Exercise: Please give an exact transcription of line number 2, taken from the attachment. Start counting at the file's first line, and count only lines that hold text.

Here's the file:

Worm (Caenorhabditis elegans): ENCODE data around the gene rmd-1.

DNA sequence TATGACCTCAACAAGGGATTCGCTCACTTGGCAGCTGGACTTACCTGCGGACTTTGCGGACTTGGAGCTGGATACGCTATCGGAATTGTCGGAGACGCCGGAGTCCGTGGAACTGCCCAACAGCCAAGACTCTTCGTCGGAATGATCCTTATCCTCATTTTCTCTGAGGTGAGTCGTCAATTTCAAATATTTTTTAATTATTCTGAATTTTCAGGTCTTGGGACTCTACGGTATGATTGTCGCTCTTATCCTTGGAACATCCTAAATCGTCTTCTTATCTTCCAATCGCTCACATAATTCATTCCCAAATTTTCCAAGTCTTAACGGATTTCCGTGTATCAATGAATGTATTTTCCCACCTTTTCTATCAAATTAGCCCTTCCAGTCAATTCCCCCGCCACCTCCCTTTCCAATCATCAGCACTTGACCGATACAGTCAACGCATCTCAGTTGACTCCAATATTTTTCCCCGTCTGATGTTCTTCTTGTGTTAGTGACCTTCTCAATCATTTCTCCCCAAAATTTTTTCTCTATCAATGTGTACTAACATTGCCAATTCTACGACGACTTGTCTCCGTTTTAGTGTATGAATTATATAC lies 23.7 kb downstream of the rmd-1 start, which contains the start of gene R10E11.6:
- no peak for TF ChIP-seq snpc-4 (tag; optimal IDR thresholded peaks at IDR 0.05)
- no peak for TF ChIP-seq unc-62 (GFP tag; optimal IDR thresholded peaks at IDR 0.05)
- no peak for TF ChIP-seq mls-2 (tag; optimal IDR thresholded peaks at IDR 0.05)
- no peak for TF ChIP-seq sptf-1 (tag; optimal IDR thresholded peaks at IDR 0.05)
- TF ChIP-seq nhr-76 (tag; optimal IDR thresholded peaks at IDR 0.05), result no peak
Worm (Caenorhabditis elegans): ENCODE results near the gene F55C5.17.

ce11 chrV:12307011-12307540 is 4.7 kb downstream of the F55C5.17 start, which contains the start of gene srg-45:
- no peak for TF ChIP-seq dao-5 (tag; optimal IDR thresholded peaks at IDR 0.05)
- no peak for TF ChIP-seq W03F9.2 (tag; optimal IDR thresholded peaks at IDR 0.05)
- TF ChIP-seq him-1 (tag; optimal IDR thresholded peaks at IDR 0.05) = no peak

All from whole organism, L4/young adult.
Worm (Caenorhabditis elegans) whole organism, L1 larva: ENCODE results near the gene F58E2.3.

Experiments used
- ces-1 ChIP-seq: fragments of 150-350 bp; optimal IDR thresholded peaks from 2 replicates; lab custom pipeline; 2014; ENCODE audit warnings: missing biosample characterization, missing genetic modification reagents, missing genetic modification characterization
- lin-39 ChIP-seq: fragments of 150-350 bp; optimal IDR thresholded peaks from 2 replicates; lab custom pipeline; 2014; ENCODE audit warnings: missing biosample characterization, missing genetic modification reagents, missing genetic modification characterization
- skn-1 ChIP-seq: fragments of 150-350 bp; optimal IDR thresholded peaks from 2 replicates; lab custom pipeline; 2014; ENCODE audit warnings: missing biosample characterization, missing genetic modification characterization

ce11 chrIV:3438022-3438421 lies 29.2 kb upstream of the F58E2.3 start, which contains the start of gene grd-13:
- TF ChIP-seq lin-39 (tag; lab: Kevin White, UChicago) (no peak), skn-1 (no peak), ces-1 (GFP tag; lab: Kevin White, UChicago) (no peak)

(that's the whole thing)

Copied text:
DNA sequence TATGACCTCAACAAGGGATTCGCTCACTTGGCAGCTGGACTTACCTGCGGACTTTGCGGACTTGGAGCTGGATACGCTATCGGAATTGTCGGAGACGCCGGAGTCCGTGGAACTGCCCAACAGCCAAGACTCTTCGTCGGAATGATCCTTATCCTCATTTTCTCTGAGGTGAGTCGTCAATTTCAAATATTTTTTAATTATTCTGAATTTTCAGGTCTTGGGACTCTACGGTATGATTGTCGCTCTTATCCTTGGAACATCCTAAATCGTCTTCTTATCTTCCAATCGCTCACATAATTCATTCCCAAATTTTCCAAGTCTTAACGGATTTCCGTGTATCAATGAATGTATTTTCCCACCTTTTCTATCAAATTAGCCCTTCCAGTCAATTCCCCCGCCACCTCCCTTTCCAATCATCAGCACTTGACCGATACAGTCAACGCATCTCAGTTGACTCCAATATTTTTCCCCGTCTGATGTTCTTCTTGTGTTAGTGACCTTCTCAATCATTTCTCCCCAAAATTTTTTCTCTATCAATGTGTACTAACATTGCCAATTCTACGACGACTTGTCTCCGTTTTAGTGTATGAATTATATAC lies 23.7 kb downstream of the rmd-1 start, which contains the start of gene R10E11.6: